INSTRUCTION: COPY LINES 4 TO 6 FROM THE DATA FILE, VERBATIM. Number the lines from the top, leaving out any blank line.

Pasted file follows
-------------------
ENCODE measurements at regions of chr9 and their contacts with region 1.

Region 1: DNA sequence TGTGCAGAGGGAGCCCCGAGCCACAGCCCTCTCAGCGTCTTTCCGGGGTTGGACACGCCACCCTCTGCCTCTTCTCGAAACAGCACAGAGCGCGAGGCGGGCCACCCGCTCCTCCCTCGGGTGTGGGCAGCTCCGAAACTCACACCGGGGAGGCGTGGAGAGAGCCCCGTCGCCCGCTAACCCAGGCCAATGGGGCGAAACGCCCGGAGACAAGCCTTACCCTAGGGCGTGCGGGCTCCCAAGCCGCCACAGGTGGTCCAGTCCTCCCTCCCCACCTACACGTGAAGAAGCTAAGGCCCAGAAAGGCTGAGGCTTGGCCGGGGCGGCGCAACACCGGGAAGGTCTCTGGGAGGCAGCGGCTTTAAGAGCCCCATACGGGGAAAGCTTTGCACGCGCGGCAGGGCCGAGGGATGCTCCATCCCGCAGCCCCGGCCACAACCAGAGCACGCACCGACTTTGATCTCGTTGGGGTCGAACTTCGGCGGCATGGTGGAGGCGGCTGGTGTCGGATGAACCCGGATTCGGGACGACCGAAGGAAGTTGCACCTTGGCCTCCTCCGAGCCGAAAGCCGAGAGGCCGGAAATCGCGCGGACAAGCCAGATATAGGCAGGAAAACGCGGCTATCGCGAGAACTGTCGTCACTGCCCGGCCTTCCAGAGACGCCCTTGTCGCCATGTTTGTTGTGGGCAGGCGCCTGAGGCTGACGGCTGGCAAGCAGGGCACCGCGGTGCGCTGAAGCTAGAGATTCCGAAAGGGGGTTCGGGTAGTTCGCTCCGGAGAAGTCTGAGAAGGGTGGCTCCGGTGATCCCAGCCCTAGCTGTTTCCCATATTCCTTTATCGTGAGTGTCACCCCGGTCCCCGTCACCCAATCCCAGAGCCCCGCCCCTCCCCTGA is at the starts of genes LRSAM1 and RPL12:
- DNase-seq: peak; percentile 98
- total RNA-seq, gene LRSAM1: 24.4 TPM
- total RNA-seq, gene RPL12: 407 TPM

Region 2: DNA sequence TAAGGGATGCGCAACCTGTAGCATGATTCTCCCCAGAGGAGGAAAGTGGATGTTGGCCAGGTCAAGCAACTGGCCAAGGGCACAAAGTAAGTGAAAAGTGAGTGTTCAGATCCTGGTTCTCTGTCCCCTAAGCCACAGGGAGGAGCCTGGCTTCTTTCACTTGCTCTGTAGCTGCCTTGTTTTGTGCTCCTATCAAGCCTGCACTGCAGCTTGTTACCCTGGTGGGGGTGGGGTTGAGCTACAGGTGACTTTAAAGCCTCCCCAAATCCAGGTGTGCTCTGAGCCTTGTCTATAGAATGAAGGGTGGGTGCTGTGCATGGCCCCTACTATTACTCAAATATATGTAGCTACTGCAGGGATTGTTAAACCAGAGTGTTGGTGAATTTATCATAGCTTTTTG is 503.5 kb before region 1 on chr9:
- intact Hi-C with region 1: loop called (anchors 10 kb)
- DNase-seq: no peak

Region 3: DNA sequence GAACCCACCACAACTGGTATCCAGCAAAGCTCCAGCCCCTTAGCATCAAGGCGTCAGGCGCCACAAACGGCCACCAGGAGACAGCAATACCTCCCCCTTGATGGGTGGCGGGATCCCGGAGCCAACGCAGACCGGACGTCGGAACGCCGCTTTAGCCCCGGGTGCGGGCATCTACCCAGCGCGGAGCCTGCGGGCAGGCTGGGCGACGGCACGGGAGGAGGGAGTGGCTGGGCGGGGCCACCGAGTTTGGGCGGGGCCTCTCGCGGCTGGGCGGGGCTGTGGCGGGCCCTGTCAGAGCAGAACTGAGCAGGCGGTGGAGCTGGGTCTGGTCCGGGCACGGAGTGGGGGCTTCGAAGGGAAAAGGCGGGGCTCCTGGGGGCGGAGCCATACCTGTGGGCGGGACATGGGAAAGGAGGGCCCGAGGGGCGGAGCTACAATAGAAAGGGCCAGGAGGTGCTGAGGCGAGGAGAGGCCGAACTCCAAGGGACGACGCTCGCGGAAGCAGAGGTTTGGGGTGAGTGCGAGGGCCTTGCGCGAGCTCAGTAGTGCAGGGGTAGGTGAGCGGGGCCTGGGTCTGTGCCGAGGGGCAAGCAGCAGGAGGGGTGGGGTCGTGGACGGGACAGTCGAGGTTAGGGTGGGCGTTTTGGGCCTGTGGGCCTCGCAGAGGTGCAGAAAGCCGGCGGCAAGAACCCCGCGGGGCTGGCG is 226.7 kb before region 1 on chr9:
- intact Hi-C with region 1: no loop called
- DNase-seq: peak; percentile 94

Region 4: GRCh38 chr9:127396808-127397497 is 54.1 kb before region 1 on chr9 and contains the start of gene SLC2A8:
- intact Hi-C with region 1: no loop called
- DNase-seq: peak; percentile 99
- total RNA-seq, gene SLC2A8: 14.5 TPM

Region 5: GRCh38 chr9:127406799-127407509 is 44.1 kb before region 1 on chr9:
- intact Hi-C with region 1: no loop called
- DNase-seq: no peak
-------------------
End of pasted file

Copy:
- total RNA-seq, gene LRSAM1: 24.4 TPM
- total RNA-seq, gene RPL12: 407 TPM

Region 2: DNA sequence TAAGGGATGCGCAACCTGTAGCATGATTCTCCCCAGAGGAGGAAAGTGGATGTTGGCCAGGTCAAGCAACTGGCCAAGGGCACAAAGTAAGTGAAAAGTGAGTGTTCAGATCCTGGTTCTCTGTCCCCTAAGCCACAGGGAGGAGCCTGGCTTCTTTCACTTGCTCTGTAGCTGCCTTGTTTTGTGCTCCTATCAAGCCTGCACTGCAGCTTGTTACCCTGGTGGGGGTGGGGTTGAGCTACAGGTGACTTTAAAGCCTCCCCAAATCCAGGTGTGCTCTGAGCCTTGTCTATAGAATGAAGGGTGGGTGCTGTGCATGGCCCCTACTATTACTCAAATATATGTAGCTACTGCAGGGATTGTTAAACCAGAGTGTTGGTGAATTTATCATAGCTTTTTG is 503.5 kb before region 1 on chr9: